How things have developed since I did my specialist teacher training with SPELD Blenheim in 1977.
Our task was to help those with Specific Learning Disabilities (SLD), and those who live and work with them. This includes those with dyslexia.
Dyslexia, the school principals of that time decided, was a poor teacher’s excuse for not being able to teach reading. An ex-reading specialist said to me, “Do you really think that you read with your brain?” It took until 2007 for dyslexia to be officially recognised. Many of the other specific learning areas are still not recognised.
In 1984 my family moved to Palmerston North where Janice and David Durbridge were the moving forces in the organisation here, as well as nationally.
The Durbridges were also looking at the importance of diet, - beware of trans-fats they told us! Their knowledge enabled my family to get help for our son when he had numerous health issues which the medical profession said they couldn’t help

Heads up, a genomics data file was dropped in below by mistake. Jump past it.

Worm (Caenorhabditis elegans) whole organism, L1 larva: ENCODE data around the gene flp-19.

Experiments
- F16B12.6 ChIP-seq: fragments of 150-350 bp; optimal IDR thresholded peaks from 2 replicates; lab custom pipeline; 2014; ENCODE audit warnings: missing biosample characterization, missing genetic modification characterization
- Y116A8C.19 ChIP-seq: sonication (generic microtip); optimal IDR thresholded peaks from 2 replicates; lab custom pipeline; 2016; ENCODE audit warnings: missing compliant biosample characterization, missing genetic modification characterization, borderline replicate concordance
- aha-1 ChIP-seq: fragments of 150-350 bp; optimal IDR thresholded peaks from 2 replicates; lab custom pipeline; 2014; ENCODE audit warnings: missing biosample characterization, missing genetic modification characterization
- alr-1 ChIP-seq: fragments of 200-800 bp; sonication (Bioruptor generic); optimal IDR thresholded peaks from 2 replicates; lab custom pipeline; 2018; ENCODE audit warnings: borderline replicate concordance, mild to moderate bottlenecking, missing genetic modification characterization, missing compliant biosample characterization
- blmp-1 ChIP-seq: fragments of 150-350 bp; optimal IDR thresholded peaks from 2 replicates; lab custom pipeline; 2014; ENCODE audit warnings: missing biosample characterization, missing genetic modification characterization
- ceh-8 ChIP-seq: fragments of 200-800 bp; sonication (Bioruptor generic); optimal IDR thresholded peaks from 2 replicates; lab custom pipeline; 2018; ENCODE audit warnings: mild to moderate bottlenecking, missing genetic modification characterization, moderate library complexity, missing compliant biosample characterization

In 1996-97 we organised seminars about recognising and helping those with ADHD. Five hundred people attended each session! Some came from other provinces- even Auckland!!
Our work in this area had the national organisation of SPELD telling us we were overstepping our brief. As at least half the people who phoned us asked, “Is this where we get help for ADD?” we formed our own helping agency – hence SPELADD.
It was soon after this time we became aware of a group of people who had great anxiety and poor social skills as well as Attention Deficits. So our teacher training courses and tuition started to include those with High Functioning Autism, (Asperger Syndrome).
SPELADD looks at the whole person, from what they eat to how they move, feel, hear and see and how they cope with learning and developing their self-esteem and social skills. All these improved abilities for the child, and parents learning advocacy skills, means a happier family and a happier community.